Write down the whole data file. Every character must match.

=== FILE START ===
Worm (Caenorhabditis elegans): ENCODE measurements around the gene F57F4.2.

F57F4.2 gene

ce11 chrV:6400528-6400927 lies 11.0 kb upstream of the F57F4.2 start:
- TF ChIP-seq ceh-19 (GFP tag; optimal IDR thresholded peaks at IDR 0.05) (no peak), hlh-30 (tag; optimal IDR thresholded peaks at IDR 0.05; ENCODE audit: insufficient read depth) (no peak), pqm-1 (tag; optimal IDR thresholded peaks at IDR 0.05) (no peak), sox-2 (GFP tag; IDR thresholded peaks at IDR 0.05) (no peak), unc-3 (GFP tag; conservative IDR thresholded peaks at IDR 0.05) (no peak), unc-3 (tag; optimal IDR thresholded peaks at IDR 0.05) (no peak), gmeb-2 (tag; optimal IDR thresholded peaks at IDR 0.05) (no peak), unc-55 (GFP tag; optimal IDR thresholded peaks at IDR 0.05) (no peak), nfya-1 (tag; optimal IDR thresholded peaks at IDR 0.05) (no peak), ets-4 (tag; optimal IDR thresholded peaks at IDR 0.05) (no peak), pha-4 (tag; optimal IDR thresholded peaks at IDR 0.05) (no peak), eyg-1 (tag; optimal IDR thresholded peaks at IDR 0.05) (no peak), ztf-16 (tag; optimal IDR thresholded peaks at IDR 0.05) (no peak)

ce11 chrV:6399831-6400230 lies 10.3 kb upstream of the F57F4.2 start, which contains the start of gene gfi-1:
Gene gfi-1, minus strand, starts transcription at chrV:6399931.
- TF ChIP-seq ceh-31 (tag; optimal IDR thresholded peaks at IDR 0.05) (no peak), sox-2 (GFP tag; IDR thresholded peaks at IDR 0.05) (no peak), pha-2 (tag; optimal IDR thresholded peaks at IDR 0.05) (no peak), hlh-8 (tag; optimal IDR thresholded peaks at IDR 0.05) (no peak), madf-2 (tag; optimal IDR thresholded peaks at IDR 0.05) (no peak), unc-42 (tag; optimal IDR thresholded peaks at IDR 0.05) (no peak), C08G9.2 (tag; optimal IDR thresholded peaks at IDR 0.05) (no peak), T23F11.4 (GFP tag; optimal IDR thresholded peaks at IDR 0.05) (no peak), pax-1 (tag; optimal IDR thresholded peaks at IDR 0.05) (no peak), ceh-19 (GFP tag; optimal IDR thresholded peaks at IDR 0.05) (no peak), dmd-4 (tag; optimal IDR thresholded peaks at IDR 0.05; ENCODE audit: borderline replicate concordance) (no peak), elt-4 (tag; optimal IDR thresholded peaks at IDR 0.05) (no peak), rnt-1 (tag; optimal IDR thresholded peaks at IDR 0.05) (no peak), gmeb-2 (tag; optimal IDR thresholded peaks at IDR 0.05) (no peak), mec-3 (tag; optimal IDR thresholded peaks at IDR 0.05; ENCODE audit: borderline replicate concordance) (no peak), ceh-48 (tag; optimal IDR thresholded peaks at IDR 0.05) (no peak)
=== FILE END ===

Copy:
Worm (Caenorhabditis elegans): ENCODE measurements around the gene F57F4.2.

F57F4.2 gene

ce11 chrV:6400528-6400927 lies 11.0 kb upstream of the F57F4.2 start:
- TF ChIP-seq ceh-19 (GFP tag; optimal IDR thresholded peaks at IDR 0.05) (no peak), hlh-30 (tag; optimal IDR thresholded peaks at IDR 0.05; ENCODE audit: insufficient read depth) (no peak), pqm-1 (tag; optimal IDR thresholded peaks at IDR 0.05) (no peak), sox-2 (GFP tag; IDR thresholded peaks at IDR 0.05) (no peak), unc-3 (GFP tag; conservative IDR thresholded peaks at IDR 0.05) (no peak), unc-3 (tag; optimal IDR thresholded peaks at IDR 0.05) (no peak), gmeb-2 (tag; optimal IDR thresholded peaks at IDR 0.05) (no peak), unc-55 (GFP tag; optimal IDR thresholded peaks at IDR 0.05) (no peak), nfya-1 (tag; optimal IDR thresholded peaks at IDR 0.05) (no peak), ets-4 (tag; optimal IDR thresholded peaks at IDR 0.05) (no peak), pha-4 (tag; optimal IDR thresholded peaks at IDR 0.05) (no peak), eyg-1 (tag; optimal IDR thresholded peaks at IDR 0.05) (no peak), ztf-16 (tag; optimal IDR thresholded peaks at IDR 0.05) (no peak)

ce11 chrV:6399831-6400230 lies 10.3 kb upstream of the F57F4.2 start, which contains the start of gene gfi-1:
Gene gfi-1, minus strand, starts transcription at chrV:6399931.
- TF ChIP-seq ceh-31 (tag; optimal IDR thresholded peaks at IDR 0.05) (no peak), sox-2 (GFP tag; IDR thresholded peaks at IDR 0.05) (no peak), pha-2 (tag; optimal IDR thresholded peaks at IDR 0.05) (no peak), hlh-8 (tag; optimal IDR thresholded peaks at IDR 0.05) (no peak), madf-2 (tag; optimal IDR thresholded peaks at IDR 0.05) (no peak), unc-42 (tag; optimal IDR thresholded peaks at IDR 0.05) (no peak), C08G9.2 (tag; optimal IDR thresholded peaks at IDR 0.05) (no peak), T23F11.4 (GFP tag; optimal IDR thresholded peaks at IDR 0.05) (no peak), pax-1 (tag; optimal IDR thresholded peaks at IDR 0.05) (no peak), ceh-19 (GFP tag; optimal IDR thresholded peaks at IDR 0.05) (no peak), dmd-4 (tag; optimal IDR thresholded peaks at IDR 0.05; ENCODE audit: borderline replicate concordance) (no peak), elt-4 (tag; optimal IDR thresholded peaks at IDR 0.05) (no peak), rnt-1 (tag; optimal IDR thresholded peaks at IDR 0.05) (no peak), gmeb-2 (tag; optimal IDR thresholded peaks at IDR 0.05) (no peak), mec-3 (tag; optimal IDR thresholded peaks at IDR 0.05; ENCODE audit: borderline replicate concordance) (no peak), ceh-48 (tag; optimal IDR thresholded peaks at IDR 0.05) (no peak)